NORCO Review

NORCO is a point and click of old featuring some of the best writing seen in a game, crafting a world full of engaging characters and locales. Our review:

Published: April 15, 2022 11:00 AM /

Reviewed By:

norco review

Any story that reaches for the fantastical has the added difficulty of balancing the unbelievable with our own understood reality. After all, we have to relate to it in some way, right? NORCO does an incredible job of creating a grounded, realistic, modern world and story with just enough of a sci-fi flourish to accentuate its themes. 

Set in what is more or less a modern-day Norco, Louisiana (just outside of New Orleans), you take on the role of Kay. Kay is just returning home from life as a bit of a drifter, participating in the skirmishes of a world in conflict, riding the rails, and traveling the United States. Immediately upon returning, Kay discovers her mother was investigating some really strange things around town, and her brother has seemingly gone missing.

norco review town
I am sure this scene is a perfect encapsulation of Norco and many small rural towns in the U.S. The convenience store is THE place to go for a lot of them.

Life in Norco is suitably sci-fi dystopian, which is troublingly close to our own modern-day. It's small town, Rural America with shuttered businesses, high poverty, crumbling infrastructure, and no real prospects. Everyone works for the nearby industrial plant, which seems to be as dangerous as PG&E was to the town of Hinkley, California -- just with no Erin Brokovich in sight to set things right.

Writer and developer Yuts deserves immense praise for bringing Norco to life. The careful selection of locales and how they're presented does such a great job of feeling relatable that I was immediately sucked into the game. Maybe it's because I come from a small coastal town (very far away), but the general vibe is so perfect I feel like I have my own distinct memories of visiting at some point in my past.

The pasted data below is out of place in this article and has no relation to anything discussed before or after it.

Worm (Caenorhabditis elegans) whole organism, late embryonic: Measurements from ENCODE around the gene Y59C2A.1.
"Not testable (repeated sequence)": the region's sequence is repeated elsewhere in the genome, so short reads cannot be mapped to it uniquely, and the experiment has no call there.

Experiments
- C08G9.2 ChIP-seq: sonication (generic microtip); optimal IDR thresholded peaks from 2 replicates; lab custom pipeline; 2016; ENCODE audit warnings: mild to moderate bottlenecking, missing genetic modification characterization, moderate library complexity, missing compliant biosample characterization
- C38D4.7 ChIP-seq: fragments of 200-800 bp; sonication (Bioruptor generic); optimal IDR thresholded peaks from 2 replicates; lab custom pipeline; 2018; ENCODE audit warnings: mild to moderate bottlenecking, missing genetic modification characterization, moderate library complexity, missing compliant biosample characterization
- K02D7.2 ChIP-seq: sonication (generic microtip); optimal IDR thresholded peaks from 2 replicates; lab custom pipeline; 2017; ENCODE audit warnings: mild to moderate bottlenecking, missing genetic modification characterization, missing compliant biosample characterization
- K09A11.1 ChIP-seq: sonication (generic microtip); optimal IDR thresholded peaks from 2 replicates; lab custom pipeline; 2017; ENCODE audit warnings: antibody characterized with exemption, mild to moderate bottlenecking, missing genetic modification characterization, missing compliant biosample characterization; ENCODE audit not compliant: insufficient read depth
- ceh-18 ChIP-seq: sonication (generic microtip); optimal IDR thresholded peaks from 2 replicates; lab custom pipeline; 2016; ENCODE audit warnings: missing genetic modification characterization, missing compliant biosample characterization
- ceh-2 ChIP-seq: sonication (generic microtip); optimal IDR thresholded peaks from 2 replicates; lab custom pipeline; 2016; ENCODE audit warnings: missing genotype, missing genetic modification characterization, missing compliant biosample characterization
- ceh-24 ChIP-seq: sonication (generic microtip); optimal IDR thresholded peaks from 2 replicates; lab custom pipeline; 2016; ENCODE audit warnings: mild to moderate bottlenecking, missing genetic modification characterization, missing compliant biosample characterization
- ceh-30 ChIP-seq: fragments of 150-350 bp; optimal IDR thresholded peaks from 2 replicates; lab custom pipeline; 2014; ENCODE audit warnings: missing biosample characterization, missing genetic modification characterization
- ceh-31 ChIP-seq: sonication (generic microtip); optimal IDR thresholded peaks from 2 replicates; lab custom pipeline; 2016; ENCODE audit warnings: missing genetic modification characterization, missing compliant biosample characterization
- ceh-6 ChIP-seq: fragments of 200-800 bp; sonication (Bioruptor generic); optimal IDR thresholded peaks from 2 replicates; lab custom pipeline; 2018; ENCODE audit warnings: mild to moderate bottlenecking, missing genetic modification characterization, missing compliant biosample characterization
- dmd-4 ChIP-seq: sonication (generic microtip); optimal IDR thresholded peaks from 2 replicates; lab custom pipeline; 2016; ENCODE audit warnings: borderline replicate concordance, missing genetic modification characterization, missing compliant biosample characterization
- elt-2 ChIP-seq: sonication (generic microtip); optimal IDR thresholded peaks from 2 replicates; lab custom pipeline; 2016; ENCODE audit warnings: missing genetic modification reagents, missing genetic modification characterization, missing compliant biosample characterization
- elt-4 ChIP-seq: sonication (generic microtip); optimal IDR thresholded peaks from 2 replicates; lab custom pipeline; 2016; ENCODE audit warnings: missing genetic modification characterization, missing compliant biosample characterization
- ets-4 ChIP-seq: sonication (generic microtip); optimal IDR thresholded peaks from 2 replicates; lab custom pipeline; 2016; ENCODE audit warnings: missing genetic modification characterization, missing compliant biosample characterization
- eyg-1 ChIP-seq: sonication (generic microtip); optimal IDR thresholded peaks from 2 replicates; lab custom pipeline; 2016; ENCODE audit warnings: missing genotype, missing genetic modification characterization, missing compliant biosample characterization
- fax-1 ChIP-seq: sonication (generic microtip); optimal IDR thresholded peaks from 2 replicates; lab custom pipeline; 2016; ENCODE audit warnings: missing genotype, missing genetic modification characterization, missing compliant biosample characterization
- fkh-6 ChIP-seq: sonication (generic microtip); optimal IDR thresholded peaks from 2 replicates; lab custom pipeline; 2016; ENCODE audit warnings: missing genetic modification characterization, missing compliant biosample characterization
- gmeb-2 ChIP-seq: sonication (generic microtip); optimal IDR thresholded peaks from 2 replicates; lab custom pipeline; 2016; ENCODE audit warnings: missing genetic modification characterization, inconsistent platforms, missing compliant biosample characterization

Sci-fi has a tendency to tell a dystopian story of the evil of corporations, the inhumane price we sometimes pay for "progress," and all sorts of other horrors humans inflict on each other en masse. NORCO isn't about the grandiose, though that does not make it any less profound. It is intimate storytelling about what makes people who they are, how they try to escape their reality, and coming to terms (or not) with hard truths. 

NORCO's story switches between Kay and her mother Catherine, telling two stories that take place weeks apart from one another as we get to know what Catherine was up to until her death. It's noir with a satisfying hook that sees you in a bunch of interesting locales, each of which has their own story to tell if you just take a look at what's on the screen.

norco review dialogue
Some of the amazing dialogue you will be graced with during your time with NORCO.

While the mystery is the main driver of the plot, the real meat of the game comes from the interactions with the various characters along the way. Many characters serve to offer incisive looks into the problems of modern day life, like people supplementing their income with gig work or the depressing determinism that seems to be associated with never leaving the small town you grew up in. 

I don't want to give the impression that NORCO is just some big bummer, because it has some of the most entertaining writing you'll find in any medium. The game is full of caricatures of real people that are impossible to not relate to your own life. The delusional, the nutty, the downright weird, the apathetic, and more are all just as well-represented here as the sobering truths of how so many of us live life.

Every bit of dialogue is given the proper care, meaning every person is worth talking to. You'll definitely get into some unrelated dialogues that have absolutely nothing to do with the story, but they are all worth it. For example, when you do play the game, you'll run across a guy who is hungry. Have him eat some hot dogs and keep an eye out for him later in the story. When he asks you if you want to hear more of what happened to him, say yes every time. You won't regret it.

norco review point and click